Following the flock: When waterfowl becomes a way of life
It was 6 a.m. on a Wednesday morning and headlamps were shining across a plowed corn field near rural Osakis.
Ducks and geese had been pouring in to feed here the night before. Hours of scouting by Osakis' Colter Fortenberry and some of his buddies had verified that. The hope was that the ducks and honkers would be back in the same field early in the morning.
Fortenberry, along with Trenton Axel, Lane Rutten, Josh Beack and Chase Blackbird, spread out the goose decoys and slipped a row deep into the standing corn as first light cracked through the cloud cover.
The ducks were the first off the roost. A couple landed in the decoy spread before legal shooting hours started. Fortenberry looked at the time on his phone. "Three minutes," he said.
Those few minutes passed and a small flock of mallards committed. They gave a quick circle around before coming over the top of the standing corn and setting their wings into the decoys as the shots erupted.
"Once you hear everybody's safety click, you know it's about to get real," Fortenberry said. "Somebody usually ends up calling it a little too soon because you get a little too excited. Once they cup those wings up, especially big honkers... man, there's nothing better than that."
The geese that had frequented that field the night before never did show up, but that's hunting. Flocks in the distance could be seen going further south off the roost. The group still ended up with almost 10 ducks before Axel, Rutten, Beack and Blackbird had to leave the field to get to class at Alexandria Technical and Community College.
In a day and age when reports keep popping up about young adults not getting into hunting, this group bucks that trend. Fortenberry is the oldest of the five by almost six years at age 26.
He grew up in Mississippi before moving to Osakis with his family at 16.
"I started waterfowl hunting that first year I moved up here," Fortenberry said. "I didn't have any decoys, shot a few passing and fell in love with it. I started hunting with my cousin a little bit, and it just became a passion from there."
For Fortenberry and so many of his friends, there is always another flock to follow. He will make two or three trips a year out of state sometimes, but their primary focus is in Minnesota. They spend hours driving in search of ducks and geese. When they find them, they knock on doors and ask for permission to hunt.
The early-season shoots like the one on that September morning are fun, but those November and December days when they get on flocks of thousands of geese?
"It's a crazy feeling when you have a ton of them and they cover the whole sky in front of you," Rutten said. "It's just loud because there's so many geese. It almost doesn't sound like geese."
Both Rutten and Fortenberry said hunting directly around Alexandria has its moments, such as the 2017 season when a wet summer and fall led to flooded fields. Generally, the further west one goes, the better the bird counts become.
Scouting is about 95 percent of what makes them consistently successful, and that takes time.
"It's at least four or five hours every afternoon," Rutten said. "Driving around looking."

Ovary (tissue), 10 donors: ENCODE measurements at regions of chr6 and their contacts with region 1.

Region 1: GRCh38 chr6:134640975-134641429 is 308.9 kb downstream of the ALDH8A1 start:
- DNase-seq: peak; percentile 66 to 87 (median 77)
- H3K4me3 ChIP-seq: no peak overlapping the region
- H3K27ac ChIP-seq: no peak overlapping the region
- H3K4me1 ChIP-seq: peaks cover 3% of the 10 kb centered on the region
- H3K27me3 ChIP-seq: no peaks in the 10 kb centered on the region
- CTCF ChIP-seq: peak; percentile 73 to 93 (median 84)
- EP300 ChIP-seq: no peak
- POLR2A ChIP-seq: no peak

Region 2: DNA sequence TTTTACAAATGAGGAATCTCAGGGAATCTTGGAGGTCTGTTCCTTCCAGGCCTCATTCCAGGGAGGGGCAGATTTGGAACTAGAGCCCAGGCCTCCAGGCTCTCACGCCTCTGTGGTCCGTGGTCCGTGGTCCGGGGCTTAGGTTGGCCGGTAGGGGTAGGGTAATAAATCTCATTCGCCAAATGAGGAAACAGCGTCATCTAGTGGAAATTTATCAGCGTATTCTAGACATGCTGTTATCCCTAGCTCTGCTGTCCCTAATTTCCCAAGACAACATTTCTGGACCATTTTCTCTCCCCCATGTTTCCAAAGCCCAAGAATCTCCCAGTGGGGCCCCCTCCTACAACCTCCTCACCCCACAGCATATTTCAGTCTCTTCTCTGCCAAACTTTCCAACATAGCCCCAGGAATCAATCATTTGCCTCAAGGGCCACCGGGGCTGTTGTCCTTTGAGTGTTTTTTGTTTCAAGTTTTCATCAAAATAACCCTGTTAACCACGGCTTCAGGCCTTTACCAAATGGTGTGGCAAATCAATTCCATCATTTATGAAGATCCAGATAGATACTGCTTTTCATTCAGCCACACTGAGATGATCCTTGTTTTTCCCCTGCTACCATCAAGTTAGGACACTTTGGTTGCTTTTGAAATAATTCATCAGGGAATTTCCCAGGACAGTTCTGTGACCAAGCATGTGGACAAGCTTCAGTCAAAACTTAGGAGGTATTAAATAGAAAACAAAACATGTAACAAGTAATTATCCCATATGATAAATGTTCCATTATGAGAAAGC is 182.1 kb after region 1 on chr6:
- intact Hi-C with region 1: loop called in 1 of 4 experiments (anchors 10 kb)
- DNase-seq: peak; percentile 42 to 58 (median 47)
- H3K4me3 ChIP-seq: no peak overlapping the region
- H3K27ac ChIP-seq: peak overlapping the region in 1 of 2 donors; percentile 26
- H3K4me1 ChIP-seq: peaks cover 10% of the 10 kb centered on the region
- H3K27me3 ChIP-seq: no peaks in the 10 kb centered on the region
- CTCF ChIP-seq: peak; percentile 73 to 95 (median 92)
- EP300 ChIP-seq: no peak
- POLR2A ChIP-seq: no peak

The days blend together with the same routine in the fall. Hunt in the morning, school or work through the afternoon and scouting or hunting again in the evening.
"Having a good group around you helps a lot," Fortenberry said. "It's no fun going out looking for birds on your own. It's just good being out with friends. You don't get together as much as you'd like all the time, but this isn't a bad excuse to get together."
Fortenberry figures he's waterfowl hunted with probably 100 different people, many of them new hunters who he likes to introduce to the sport.
Late-season hunts, the ones with thousands of geese on the roost, will require setting up hundreds of decoys. They try to get about a dozen guys at a shoot like that to make the work worth it and make the fun last a little longer.
"It's so cool setting up in a spread of decoys and fooling them with calling and flagging, moving decoys around when they're not coming in," Fortenberry said. "There's so many things that go into it."
It starts with understanding wind and how it pertains to decoy placement and where to set up. The general rule is that waterfowl always land into the wind.
Then there is the calling. That interaction and getting the birds to commit is what so many waterfowlers live for.
"Calling is probably my favorite part of hunting," Rutten said. "I'm not the best shot all the time, but calling has always been my strong suit. It's about what kind of notes to use when the birds are going away or coming in. If you need to be quiet or be super loud at them and aggressive. There's just so many different styles on how to read them."
Rutten was frequently in and out of the corn that morning so he could keep an eye on the geese flying in the distance to adjust his calling as needed.
A couple hours passed, the sun rose and the group of friends gathered up the decoys only to have a late-arriving flock of Canadians make for one last chance. The guys hurried to the corn and started calling, but the birds flew over without committing.
This wasn't the day for geese, but tomorrow was another day. It was only September 26. A new season of giving chase was only beginning. The best was yet to come.